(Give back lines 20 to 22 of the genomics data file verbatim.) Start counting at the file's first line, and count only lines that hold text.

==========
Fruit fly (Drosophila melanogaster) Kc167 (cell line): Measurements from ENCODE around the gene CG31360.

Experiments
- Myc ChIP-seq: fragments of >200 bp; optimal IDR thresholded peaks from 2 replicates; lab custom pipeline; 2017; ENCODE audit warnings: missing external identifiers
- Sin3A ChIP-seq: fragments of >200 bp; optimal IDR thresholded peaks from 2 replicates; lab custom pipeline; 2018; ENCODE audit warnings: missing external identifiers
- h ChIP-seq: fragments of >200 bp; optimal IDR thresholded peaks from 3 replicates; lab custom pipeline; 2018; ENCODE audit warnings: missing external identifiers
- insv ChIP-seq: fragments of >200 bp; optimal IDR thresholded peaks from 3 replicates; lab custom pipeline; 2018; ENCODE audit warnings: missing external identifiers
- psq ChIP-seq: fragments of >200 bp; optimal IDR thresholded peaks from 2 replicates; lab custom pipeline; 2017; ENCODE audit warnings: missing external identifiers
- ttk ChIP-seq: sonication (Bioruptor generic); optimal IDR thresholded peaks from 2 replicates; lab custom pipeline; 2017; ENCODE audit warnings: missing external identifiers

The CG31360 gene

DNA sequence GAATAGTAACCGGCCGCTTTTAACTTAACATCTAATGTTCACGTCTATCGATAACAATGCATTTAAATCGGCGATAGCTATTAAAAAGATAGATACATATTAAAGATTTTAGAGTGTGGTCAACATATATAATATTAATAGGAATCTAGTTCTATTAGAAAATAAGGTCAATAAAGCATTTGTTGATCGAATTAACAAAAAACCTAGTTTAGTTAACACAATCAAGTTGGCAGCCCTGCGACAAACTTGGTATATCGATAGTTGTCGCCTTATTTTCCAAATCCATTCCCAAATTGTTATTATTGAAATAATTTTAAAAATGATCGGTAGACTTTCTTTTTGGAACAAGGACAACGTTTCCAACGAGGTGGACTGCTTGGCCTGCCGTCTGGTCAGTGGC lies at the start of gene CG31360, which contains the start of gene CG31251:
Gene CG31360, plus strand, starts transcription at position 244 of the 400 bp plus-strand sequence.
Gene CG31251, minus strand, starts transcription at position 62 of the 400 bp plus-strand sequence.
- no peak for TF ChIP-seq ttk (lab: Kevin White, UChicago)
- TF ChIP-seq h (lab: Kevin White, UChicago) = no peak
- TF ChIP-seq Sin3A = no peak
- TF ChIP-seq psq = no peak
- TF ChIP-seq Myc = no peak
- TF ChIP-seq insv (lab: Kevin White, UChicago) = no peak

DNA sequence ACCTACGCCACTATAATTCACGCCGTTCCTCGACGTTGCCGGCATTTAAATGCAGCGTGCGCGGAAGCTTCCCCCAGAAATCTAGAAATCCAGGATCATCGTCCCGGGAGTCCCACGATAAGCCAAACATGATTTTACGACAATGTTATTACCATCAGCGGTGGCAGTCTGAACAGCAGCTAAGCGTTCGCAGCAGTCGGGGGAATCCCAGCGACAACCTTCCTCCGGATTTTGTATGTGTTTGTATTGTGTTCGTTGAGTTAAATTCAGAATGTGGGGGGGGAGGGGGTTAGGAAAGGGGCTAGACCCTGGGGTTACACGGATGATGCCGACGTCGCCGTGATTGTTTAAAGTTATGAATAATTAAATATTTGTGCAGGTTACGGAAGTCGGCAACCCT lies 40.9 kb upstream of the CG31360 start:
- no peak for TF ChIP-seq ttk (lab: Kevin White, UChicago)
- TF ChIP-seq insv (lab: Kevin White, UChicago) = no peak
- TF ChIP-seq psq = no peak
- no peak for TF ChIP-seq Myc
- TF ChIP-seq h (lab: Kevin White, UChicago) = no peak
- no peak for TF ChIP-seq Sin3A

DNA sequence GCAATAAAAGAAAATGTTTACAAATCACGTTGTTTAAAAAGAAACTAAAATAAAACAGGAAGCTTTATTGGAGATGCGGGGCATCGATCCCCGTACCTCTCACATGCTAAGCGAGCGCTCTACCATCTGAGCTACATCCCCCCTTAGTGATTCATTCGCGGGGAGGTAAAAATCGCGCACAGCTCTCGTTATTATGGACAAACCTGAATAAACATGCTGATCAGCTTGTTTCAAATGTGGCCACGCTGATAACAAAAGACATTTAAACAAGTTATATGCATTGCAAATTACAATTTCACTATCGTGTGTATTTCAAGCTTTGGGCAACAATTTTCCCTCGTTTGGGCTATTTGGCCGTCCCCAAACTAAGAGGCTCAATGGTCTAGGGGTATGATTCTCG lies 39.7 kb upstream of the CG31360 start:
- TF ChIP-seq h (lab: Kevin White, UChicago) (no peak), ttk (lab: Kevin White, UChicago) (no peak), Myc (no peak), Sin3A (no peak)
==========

- no peak for TF ChIP-seq ttk (lab: Kevin White, UChicago)
- TF ChIP-seq insv (lab: Kevin White, UChicago) = no peak
- TF ChIP-seq psq = no peak